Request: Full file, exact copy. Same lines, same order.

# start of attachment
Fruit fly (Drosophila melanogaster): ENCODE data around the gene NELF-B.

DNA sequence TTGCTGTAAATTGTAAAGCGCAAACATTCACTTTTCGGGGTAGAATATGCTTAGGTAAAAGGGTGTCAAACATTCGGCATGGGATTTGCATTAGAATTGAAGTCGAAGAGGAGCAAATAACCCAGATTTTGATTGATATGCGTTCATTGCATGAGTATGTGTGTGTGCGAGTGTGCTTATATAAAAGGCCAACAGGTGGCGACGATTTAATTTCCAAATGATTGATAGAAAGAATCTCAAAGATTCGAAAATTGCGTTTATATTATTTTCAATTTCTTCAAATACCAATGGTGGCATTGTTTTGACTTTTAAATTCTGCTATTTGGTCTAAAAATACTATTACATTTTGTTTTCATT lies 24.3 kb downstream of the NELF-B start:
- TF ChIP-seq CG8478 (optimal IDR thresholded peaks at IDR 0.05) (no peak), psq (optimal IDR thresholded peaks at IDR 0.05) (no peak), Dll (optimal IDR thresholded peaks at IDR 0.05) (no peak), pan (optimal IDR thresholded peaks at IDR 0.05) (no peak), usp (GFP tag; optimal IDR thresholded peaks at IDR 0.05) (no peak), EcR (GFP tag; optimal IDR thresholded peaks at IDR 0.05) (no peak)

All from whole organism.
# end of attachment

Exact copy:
Fruit fly (Drosophila melanogaster): ENCODE data around the gene NELF-B.

DNA sequence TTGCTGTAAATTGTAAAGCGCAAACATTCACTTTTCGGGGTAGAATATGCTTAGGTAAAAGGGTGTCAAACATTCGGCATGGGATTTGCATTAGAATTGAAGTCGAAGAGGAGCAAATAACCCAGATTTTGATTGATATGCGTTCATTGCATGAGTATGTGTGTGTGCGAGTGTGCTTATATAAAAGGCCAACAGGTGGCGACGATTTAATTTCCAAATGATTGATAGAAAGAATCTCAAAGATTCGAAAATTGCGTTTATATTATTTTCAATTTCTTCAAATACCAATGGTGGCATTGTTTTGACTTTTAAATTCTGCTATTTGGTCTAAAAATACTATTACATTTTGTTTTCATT lies 24.3 kb downstream of the NELF-B start:
- TF ChIP-seq CG8478 (optimal IDR thresholded peaks at IDR 0.05) (no peak), psq (optimal IDR thresholded peaks at IDR 0.05) (no peak), Dll (optimal IDR thresholded peaks at IDR 0.05) (no peak), pan (optimal IDR thresholded peaks at IDR 0.05) (no peak), usp (GFP tag; optimal IDR thresholded peaks at IDR 0.05) (no peak), EcR (GFP tag; optimal IDR thresholded peaks at IDR 0.05) (no peak)

All from whole organism.